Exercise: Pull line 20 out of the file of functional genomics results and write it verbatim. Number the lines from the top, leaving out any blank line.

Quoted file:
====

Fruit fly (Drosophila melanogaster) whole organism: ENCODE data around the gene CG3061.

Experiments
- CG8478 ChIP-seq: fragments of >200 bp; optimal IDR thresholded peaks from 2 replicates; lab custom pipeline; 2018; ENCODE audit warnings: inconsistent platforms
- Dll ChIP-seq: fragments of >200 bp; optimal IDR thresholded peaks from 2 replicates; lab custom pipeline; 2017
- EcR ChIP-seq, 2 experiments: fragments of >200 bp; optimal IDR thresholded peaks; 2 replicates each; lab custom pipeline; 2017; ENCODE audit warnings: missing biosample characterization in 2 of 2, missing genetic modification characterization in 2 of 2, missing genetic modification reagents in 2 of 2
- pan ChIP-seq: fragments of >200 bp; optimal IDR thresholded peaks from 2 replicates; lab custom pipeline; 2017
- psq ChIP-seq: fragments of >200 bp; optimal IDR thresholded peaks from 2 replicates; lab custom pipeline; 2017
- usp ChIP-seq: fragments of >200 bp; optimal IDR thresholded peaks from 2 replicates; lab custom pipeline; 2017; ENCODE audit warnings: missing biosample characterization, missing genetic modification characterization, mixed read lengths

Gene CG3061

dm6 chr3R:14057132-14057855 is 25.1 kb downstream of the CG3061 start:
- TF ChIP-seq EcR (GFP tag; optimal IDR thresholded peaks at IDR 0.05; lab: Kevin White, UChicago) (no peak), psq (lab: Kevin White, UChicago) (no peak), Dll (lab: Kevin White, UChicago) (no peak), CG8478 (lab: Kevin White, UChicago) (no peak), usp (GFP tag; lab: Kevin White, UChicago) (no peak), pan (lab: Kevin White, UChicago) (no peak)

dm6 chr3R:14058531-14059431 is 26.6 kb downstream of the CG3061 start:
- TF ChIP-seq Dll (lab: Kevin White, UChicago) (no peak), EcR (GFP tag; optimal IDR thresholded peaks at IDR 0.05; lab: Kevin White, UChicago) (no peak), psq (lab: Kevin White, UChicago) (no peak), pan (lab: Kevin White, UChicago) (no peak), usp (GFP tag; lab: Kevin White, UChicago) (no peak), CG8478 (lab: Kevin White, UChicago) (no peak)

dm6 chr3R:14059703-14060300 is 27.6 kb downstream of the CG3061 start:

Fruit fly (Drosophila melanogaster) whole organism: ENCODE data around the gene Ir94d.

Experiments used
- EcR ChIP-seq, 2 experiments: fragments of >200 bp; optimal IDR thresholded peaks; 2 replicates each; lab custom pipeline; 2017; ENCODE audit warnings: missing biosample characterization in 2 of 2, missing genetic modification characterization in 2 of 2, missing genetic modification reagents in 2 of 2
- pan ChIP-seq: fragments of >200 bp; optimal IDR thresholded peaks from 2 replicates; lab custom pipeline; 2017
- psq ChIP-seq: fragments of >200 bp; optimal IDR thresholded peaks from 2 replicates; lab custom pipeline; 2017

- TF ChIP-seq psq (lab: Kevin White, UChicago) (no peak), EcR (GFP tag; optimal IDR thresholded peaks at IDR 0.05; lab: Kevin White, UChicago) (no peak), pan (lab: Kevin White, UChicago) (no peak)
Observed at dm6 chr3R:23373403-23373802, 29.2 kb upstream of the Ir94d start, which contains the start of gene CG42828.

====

- TF ChIP-seq psq (lab: Kevin White, UChicago) (no peak), EcR (GFP tag; optimal IDR thresholded peaks at IDR 0.05; lab: Kevin White, UChicago) (no peak), pan (lab: Kevin White, UChicago) (no peak)